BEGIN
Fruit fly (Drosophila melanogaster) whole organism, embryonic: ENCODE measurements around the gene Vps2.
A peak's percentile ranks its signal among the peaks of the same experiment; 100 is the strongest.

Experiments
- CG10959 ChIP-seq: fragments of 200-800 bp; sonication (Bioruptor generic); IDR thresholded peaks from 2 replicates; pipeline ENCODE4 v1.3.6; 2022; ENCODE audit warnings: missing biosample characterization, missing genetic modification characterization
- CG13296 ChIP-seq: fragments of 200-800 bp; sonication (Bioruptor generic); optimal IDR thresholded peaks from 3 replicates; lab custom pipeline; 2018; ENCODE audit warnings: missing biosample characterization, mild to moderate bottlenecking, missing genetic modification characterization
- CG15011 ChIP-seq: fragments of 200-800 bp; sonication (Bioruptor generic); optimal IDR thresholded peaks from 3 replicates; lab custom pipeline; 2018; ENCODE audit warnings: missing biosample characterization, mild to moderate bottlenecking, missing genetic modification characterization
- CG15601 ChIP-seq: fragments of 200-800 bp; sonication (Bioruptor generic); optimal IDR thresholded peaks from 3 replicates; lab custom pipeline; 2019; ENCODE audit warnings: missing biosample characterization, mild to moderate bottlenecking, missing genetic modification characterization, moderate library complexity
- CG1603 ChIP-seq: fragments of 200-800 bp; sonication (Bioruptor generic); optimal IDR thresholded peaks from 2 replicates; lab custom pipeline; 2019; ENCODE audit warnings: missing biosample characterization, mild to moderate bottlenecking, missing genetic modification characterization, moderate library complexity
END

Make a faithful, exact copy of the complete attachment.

Fruit fly (Drosophila melanogaster) whole organism, embryonic: ENCODE measurements around the gene Vps2.
A peak's percentile ranks its signal among the peaks of the same experiment; 100 is the strongest.

Experiments
- CG10959 ChIP-seq: fragments of 200-800 bp; sonication (Bioruptor generic); IDR thresholded peaks from 2 replicates; pipeline ENCODE4 v1.3.6; 2022; ENCODE audit warnings: missing biosample characterization, missing genetic modification characterization
- CG13296 ChIP-seq: fragments of 200-800 bp; sonication (Bioruptor generic); optimal IDR thresholded peaks from 3 replicates; lab custom pipeline; 2018; ENCODE audit warnings: missing biosample characterization, mild to moderate bottlenecking, missing genetic modification characterization
- CG15011 ChIP-seq: fragments of 200-800 bp; sonication (Bioruptor generic); optimal IDR thresholded peaks from 3 replicates; lab custom pipeline; 2018; ENCODE audit warnings: missing biosample characterization, mild to moderate bottlenecking, missing genetic modification characterization
- CG15601 ChIP-seq: fragments of 200-800 bp; sonication (Bioruptor generic); optimal IDR thresholded peaks from 3 replicates; lab custom pipeline; 2019; ENCODE audit warnings: missing biosample characterization, mild to moderate bottlenecking, missing genetic modification characterization, moderate library complexity
- CG1603 ChIP-seq: fragments of 200-800 bp; sonication (Bioruptor generic); optimal IDR thresholded peaks from 2 replicates; lab custom pipeline; 2019; ENCODE audit warnings: missing biosample characterization, mild to moderate bottlenecking, missing genetic modification characterization, moderate library complexity